The Forge Recovery Center
What Is Designer Drug Addiction?
Designer drugs are synthetic drugs that have become popular in the rave and club scenes. These drugs are often called "club drugs" because of their association with nightlife and partying. Designer drugs encompass a wide range of substances, including GHB, molly, ecstasy and ketamine. While many people believe that designer drugs are safer than street drugs, this is not always the case. In fact, designer drug addiction can be very dangerous and even deadly.
What Are Common Designer Drugs?
Designer drugs are often made to mimic the effects of other illegal substances.
Designer drugs include:
Ecstasy / MDMA / Molly
Ecstasy or MDMA is similar in some ways to amphetamines and also has psychedelic properties. It causes feelings of increased energy, emotional warmth, empathy towards others, and distorted sensory perceptions. In addition, it can cause hallucinations and extreme anxiety. Chemically called "3,4-methylenedioxymethamphetamine," the drug comes in powder, pill, and liquid form.
It's not known for sure if ecstasy is addictive. It does affect the body's dopamine system in the same way other addictive substances do, however. Also, there are serious risks to MDMA abuse: purchasing street drugs come with the risk of taking substances you didn't intend to. The powerful opioid fentanyl often contaminates street drug stashes. Also, high doses of MDMA can affect the body's temperature, which can be lethal if MDMA is combined with other drugs such as alcohol.
GHB, gamma-hydroxybutyrate, is sometimes used to treat narcolepsy. A central nervous system depressant, GHB can create feelings of peacefulness and euphoria. GHB can also cause people to pass out. They may suffer from extreme confusion or amnesia while they're under the influence of this drug. Chemically, GHB is a building block for gamma-aminobutyric acid (GABA), one of the brain's main inhibitory neurotransmitters.
GHB has been linked to sexual assaults. Predators have been reported to spike alcoholic drinks with GHB, the combination of which causes victims to rapidly pass out. Higher doses can cause temporary memory loss as well. It's possible to fatally overdose on GHB, and the drug is known to be addictive.
Like many other synthetic drugs, GHB is often produced in clandestine labs and can be contaminated with other drugs.
Ketamine, which is chemically known as "Special K" or "Vitamin K," is a dissociative anesthetic. It's used medically as an animal tranquilizer and can be found in powder, liquid, or pill form. Ketamine creates feelings of detachment from the environment and oneself. The drug can also cause hallucinations and out -of-body experiences.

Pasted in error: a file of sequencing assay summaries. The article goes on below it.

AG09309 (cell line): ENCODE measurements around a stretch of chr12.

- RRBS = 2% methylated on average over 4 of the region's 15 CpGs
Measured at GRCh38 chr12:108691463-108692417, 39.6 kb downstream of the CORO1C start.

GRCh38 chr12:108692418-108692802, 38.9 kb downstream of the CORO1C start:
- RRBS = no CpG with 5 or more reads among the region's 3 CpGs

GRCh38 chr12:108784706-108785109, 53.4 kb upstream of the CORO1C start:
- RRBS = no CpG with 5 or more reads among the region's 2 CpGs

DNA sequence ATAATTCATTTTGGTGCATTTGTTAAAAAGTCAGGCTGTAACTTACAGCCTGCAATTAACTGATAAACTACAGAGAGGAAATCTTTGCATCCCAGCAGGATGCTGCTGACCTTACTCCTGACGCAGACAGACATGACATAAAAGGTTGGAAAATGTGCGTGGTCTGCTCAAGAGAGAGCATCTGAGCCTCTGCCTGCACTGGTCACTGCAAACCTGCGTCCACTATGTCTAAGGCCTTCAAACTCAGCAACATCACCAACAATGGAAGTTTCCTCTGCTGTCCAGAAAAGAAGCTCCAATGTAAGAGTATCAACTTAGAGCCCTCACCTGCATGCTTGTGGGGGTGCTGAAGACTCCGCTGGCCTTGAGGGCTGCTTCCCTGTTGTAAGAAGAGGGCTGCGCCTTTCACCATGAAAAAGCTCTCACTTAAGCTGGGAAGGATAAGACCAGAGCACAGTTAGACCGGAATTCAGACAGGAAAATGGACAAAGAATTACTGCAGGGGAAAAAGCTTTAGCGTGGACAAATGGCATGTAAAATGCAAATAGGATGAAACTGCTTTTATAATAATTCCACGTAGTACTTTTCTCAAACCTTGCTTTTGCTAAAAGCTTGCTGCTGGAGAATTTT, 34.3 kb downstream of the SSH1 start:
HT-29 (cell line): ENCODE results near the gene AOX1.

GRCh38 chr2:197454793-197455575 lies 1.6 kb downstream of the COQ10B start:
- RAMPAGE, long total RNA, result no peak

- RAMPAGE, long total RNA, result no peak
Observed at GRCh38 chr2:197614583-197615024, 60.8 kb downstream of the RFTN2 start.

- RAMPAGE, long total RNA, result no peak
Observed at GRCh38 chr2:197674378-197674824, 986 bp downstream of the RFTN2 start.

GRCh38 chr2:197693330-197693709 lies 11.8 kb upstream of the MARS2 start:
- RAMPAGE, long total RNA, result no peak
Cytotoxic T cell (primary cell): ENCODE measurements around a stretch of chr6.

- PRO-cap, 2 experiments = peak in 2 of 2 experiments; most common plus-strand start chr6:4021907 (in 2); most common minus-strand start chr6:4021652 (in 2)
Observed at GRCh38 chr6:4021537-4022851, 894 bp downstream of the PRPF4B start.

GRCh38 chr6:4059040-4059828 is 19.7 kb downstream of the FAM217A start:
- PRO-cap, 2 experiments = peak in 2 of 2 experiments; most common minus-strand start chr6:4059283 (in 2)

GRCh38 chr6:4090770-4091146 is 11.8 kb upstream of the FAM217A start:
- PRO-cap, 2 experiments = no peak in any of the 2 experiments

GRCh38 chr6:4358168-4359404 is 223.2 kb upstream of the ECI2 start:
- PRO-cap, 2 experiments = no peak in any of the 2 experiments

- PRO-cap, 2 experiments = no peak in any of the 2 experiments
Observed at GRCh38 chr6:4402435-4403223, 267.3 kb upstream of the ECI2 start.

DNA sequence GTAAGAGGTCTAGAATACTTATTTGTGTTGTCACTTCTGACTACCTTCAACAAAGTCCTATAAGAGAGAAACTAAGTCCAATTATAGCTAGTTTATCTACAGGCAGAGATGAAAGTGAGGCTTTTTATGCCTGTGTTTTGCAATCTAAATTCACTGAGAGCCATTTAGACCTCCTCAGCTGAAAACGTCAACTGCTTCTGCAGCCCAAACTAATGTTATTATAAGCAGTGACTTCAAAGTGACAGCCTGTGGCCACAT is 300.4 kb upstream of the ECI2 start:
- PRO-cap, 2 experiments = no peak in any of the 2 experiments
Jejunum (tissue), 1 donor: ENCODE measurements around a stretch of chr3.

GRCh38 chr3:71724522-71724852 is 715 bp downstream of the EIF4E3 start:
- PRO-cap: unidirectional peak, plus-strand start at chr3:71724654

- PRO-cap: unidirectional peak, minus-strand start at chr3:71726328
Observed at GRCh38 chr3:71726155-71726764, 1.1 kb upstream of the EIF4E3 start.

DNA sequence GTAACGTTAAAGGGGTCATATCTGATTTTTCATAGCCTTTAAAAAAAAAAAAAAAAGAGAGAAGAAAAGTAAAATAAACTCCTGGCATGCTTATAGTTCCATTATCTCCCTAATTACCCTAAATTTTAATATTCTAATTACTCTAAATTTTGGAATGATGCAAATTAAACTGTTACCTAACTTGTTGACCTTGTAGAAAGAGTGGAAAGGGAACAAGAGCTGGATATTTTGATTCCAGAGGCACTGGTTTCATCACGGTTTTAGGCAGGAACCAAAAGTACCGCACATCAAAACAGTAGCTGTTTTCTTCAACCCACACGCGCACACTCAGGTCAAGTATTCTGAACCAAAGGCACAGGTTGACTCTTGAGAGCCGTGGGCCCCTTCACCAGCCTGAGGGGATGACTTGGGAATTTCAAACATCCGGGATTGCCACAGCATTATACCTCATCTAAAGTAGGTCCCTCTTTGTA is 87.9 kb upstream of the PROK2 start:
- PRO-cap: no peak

Ketamine is addictive and has been linked to abuse and addiction. It can also cause long-term cognitive damage, including memory problems. Ketamine users may also suffer from flashbacks weeks or even months after taking the drug. Finally, ketamine also causes physical damage to the urinary tract and digestive system over long-term use. Ketamine bladder syndrome, known as K bladder, is an often-untreatable side effect of ketamine use which causes users to lose control of their bladders.
Bath Salts / New Psychoactive Substances
"Bath salts," also known as "synthetic cathinones" are a class of drugs that have been around for a few years now. The first synthetic cathinone, methylenedioxypyrovalerone (MDPV), was developed in the early 2000s. These Designer Drugs can be found in various forms and names as a way to dodge law enforcement and regulations. "Screen cleaner," "bath salts," and "plant food" are some of the labels these dangerous substances are often sold as.
These substances are often based on a natural stimulant called cathinone. Cathinone is found in the khat plant, which has been widely used in the Horn of Africa and the Arabian Peninsula as a recreational drug and stimulant. Synthetic forms of cathinone are far more potent and unpredictable than khat, making them an extremely risky drug of abuse.
Risks of new psychoactive substances include hallucinations, paranoia, aggressiveness, and high blood pressure.
How Designer Drug Addiction Is Treated?
Like other types of addiction, designer drug addiction is treated with a combination of medication and therapy. There are a variety of medications available to treat addiction, including antidepressants, anticonvulsants, and anti-psychotics.
Therapy for designer drug addiction can include dialectic behavioral therapy (DBT), which helps people change their thoughts and behaviors related to drug use. Motivational interviewing (MI) is also often used to help people develop the motivation to change their behavior.
Rehabilitation centers offer a variety of treatments for designer drug addiction, including inpatient and outpatient programs, as well as residential treatment. Treatment typically lasts for several months, depending on the person's needs.Take A Tour Of Our Facilities